Richmond’s king of luxury

Luxurious living is not a thing of the past, it’s just that the opulent ones are more conspicuous these days.

That is where Richmonder Jason Tesauro comes in, an expert in life’s finer accoutrements who works behind the scenes as a personal concierge .

Tesaurao, author of The Modern Gentleman: A Guide to Essential Manners, Savvy & Vice, describes his recessionary exploits as a go-between for the “underground decadence movement” in a recent article in Details magazine.

In essence, Tesauro procures fine wine, cigars, oysters, and any other high end indulgences on behalf of his clients—men of influence who would prefer to project a public image of austerity during these difficult times.

From the article:

While the conventional wisdom tells us that rich and powerful people reeled in their profligate spending habits around the same time that Bernie Madoff became a synonym for Satan, the reality is that a lot of American elites simply went into speakeasy mode: They kept living it up, but they carefully concealed that fact from the outside world. “The consumption is still taking place,” Tesauro says. “The conspicuousness is what’s getting played with.” As he explains it, big shots from nearby Washington, D.C.—defense contractors, lobbyists, et al.—are in something of a bind. Their business model is based on the time-honored tradition of seducing others with extravagance, but these days guys like that need to be careful that the extravagance isn’t so extravagant that it turns them into bull’s-eyes for gossip columnists. “They want to entertain their clients, but they don’t want to make a splash in the headlines,” he says. To avoid that, a contractor might turn the dirty work over to Tesauro, pay him a hosting fee of $10,000 per event, then pass along a credit card and encourage him to buy to his heart’s content. One client, Tesauro says, “gave me his black American Express to go in the wine shop, and instead of him running into the neighbor who’s dealing with foreclosure, I’m loading up the car. He doesn’t have to deal with walking out of the shop with teetering cases of first-growths and having someone pointing the finger and going, ‘You aristocratic so-and-so . . . ‘”

Read the rest here.

Luxurious living is not a thing of the past, it’s just that the opulent ones are more conspicuous these days.

That is where Richmonder Jason Tesauro comes in, an expert in life’s finer accoutrements who works behind the scenes as a personal concierge .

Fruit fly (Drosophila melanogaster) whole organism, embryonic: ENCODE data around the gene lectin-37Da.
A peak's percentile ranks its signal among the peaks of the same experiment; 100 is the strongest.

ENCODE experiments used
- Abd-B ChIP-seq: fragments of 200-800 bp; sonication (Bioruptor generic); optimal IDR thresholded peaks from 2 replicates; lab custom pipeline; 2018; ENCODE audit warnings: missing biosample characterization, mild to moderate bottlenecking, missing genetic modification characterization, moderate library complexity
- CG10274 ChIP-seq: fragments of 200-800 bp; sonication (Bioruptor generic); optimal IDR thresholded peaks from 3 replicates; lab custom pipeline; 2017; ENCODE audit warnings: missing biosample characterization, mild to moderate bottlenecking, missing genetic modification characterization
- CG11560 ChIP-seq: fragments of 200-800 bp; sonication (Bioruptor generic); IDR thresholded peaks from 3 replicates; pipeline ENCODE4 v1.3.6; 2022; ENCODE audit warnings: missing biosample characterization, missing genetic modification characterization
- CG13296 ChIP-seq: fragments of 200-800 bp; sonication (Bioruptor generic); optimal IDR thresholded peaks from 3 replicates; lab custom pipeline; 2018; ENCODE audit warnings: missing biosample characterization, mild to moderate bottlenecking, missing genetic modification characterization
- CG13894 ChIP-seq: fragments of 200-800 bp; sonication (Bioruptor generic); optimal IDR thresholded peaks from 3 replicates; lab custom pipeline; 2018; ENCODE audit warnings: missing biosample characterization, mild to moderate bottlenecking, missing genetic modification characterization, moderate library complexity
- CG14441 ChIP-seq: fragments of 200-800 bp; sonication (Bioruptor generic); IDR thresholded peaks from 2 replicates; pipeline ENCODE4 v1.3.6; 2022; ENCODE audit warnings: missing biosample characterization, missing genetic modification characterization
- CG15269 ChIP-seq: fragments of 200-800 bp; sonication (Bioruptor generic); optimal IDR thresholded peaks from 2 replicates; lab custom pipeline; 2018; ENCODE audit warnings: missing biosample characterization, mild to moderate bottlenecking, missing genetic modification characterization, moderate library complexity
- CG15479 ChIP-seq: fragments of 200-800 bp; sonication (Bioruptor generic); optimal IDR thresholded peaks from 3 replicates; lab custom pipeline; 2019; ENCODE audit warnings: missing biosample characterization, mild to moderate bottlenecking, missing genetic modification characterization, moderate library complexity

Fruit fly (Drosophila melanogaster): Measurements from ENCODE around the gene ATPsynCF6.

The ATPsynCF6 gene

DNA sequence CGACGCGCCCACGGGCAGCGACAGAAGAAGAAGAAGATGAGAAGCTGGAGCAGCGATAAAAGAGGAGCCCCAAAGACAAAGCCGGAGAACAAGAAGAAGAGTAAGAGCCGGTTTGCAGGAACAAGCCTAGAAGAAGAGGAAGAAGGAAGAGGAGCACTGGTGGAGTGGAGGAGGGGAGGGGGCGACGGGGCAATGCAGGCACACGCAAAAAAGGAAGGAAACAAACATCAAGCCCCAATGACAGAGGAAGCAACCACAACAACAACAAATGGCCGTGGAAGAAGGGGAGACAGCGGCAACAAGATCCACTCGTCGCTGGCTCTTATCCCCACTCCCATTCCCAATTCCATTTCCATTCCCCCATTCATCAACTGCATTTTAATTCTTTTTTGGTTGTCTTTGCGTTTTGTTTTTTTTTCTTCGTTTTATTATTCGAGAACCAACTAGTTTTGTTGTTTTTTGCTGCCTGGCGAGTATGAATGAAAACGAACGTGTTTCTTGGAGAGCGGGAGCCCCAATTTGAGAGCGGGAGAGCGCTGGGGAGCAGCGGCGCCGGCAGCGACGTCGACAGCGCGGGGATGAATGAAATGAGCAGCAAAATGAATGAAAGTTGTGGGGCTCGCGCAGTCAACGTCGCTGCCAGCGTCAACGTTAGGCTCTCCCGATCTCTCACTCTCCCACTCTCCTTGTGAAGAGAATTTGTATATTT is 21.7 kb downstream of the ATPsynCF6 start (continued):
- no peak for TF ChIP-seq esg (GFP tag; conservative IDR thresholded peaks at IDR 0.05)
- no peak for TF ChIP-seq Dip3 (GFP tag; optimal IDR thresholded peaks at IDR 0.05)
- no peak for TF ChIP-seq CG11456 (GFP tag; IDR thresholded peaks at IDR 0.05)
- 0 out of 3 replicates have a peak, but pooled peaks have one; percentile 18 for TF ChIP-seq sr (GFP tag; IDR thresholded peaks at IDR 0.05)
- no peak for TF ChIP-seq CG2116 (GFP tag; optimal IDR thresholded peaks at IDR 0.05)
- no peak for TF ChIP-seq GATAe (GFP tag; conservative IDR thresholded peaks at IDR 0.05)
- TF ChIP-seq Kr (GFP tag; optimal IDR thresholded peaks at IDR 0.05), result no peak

Tesaurao, author of The Modern Gentleman: A Guide to Essential Manners, Savvy & Vice, describes his recessionary exploits as a go-between for the “underground decadence movement” in a recent article in Details magazine.

In essence, Tesauro procures fine wine, cigars, oysters, and any other high end indulgences on behalf of his clients—men of influence who would prefer to project a public image of austerity during these difficult times.

From the article:

While the conventional wisdom tells us that rich and powerful people reeled in their profligate spending habits around the same time that Bernie Madoff became a synonym for Satan, the reality is that a lot of American elites simply went into speakeasy mode: They kept living it up, but they carefully concealed that fact from the outside world. “The consumption is still taking place,” Tesauro says. “The conspicuousness is what’s getting played with.” As he explains it, big shots from nearby Washington, D.C.—defense contractors, lobbyists, et al.—are in something of a bind. Their business model is based on the time-honored tradition of seducing others with extravagance, but these days guys like that need to be careful that the extravagance isn’t so extravagant that it turns them into bull’s-eyes for gossip columnists. “They want to entertain their clients, but they don’t want to make a splash in the headlines,” he says. To avoid that, a contractor might turn the dirty work over to Tesauro, pay him a hosting fee of $10,000 per event, then pass along a credit card and encourage him to buy to his heart’s content. One client, Tesauro says, “gave me his black American Express to go in the wine shop, and instead of him running into the neighbor who’s dealing with foreclosure, I’m loading up the car. He doesn’t have to deal with walking out of the shop with teetering cases of first-growths and having someone pointing the finger and going, ‘You aristocratic so-and-so . . . ‘”

Read the rest here.

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